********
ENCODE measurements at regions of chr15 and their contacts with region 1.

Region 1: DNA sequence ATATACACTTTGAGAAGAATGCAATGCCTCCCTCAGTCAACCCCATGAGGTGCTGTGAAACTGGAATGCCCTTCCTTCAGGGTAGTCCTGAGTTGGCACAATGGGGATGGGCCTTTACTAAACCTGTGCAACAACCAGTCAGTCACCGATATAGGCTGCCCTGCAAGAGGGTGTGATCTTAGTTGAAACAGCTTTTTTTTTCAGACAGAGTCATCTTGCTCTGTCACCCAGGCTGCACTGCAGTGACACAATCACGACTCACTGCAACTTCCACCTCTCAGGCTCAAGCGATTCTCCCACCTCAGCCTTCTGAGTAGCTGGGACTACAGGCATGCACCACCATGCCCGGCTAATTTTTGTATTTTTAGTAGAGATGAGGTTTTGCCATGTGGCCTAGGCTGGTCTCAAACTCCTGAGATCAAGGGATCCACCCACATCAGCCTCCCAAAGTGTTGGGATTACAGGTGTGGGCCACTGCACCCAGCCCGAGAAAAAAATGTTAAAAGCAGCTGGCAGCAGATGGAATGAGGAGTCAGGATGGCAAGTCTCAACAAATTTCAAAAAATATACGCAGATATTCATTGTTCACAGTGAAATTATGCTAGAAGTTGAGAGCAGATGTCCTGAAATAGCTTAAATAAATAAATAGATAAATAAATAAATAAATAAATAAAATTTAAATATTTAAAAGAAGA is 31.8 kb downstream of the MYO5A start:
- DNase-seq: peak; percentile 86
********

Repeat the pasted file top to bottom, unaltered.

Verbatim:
ENCODE measurements at regions of chr15 and their contacts with region 1.

Region 1: DNA sequence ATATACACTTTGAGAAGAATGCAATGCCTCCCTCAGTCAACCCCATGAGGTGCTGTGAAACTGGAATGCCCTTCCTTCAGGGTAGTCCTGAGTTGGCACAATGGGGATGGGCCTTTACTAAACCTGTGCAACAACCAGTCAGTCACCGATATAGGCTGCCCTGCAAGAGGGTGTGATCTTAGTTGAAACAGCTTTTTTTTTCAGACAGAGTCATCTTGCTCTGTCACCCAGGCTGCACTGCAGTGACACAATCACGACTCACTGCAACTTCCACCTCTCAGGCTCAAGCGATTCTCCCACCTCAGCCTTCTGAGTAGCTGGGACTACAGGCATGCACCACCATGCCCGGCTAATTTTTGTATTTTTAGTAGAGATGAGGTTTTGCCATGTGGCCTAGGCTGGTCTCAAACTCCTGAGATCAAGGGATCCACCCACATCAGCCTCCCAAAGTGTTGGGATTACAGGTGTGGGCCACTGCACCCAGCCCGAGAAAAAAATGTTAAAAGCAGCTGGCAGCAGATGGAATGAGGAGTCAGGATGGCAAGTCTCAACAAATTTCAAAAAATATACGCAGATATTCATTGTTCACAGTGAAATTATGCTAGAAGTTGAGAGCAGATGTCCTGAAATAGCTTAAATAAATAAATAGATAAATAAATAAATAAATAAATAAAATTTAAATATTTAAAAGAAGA is 31.8 kb downstream of the MYO5A start:
- DNase-seq: peak; percentile 86